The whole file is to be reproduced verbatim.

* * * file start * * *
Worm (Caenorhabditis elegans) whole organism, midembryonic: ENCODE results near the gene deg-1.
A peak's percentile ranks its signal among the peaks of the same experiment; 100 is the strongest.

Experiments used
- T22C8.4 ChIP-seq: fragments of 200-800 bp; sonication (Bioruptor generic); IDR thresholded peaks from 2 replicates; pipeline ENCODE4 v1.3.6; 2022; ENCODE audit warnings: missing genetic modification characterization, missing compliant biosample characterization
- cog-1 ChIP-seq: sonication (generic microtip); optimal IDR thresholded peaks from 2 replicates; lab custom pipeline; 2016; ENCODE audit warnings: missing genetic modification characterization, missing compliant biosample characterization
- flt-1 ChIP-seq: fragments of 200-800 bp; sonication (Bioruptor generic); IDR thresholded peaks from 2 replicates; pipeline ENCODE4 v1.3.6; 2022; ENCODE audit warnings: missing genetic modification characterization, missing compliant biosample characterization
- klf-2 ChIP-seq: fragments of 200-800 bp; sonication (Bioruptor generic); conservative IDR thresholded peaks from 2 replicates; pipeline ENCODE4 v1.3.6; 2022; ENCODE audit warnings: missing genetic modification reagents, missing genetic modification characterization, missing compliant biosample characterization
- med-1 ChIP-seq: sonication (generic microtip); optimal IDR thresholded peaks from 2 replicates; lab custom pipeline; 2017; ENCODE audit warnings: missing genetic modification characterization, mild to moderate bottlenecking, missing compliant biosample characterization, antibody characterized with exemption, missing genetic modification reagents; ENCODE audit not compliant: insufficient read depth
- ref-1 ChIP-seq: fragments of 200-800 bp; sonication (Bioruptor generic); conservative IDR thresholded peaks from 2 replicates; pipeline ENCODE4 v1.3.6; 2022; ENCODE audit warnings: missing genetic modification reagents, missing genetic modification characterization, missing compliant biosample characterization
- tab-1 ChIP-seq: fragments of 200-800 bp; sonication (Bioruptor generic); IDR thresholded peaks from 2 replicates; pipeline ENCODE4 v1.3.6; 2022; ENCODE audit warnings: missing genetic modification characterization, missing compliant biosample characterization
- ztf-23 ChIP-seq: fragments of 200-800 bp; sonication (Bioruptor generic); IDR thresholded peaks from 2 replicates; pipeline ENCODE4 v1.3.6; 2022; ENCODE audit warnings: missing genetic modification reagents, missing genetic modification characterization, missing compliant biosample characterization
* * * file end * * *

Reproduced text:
Worm (Caenorhabditis elegans) whole organism, midembryonic: ENCODE results near the gene deg-1.
A peak's percentile ranks its signal among the peaks of the same experiment; 100 is the strongest.

Experiments used
- T22C8.4 ChIP-seq: fragments of 200-800 bp; sonication (Bioruptor generic); IDR thresholded peaks from 2 replicates; pipeline ENCODE4 v1.3.6; 2022; ENCODE audit warnings: missing genetic modification characterization, missing compliant biosample characterization
- cog-1 ChIP-seq: sonication (generic microtip); optimal IDR thresholded peaks from 2 replicates; lab custom pipeline; 2016; ENCODE audit warnings: missing genetic modification characterization, missing compliant biosample characterization
- flt-1 ChIP-seq: fragments of 200-800 bp; sonication (Bioruptor generic); IDR thresholded peaks from 2 replicates; pipeline ENCODE4 v1.3.6; 2022; ENCODE audit warnings: missing genetic modification characterization, missing compliant biosample characterization
- klf-2 ChIP-seq: fragments of 200-800 bp; sonication (Bioruptor generic); conservative IDR thresholded peaks from 2 replicates; pipeline ENCODE4 v1.3.6; 2022; ENCODE audit warnings: missing genetic modification reagents, missing genetic modification characterization, missing compliant biosample characterization
- med-1 ChIP-seq: sonication (generic microtip); optimal IDR thresholded peaks from 2 replicates; lab custom pipeline; 2017; ENCODE audit warnings: missing genetic modification characterization, mild to moderate bottlenecking, missing compliant biosample characterization, antibody characterized with exemption, missing genetic modification reagents; ENCODE audit not compliant: insufficient read depth
- ref-1 ChIP-seq: fragments of 200-800 bp; sonication (Bioruptor generic); conservative IDR thresholded peaks from 2 replicates; pipeline ENCODE4 v1.3.6; 2022; ENCODE audit warnings: missing genetic modification reagents, missing genetic modification characterization, missing compliant biosample characterization
- tab-1 ChIP-seq: fragments of 200-800 bp; sonication (Bioruptor generic); IDR thresholded peaks from 2 replicates; pipeline ENCODE4 v1.3.6; 2022; ENCODE audit warnings: missing genetic modification characterization, missing compliant biosample characterization
- ztf-23 ChIP-seq: fragments of 200-800 bp; sonication (Bioruptor generic); IDR thresholded peaks from 2 replicates; pipeline ENCODE4 v1.3.6; 2022; ENCODE audit warnings: missing genetic modification reagents, missing genetic modification characterization, missing compliant biosample characterization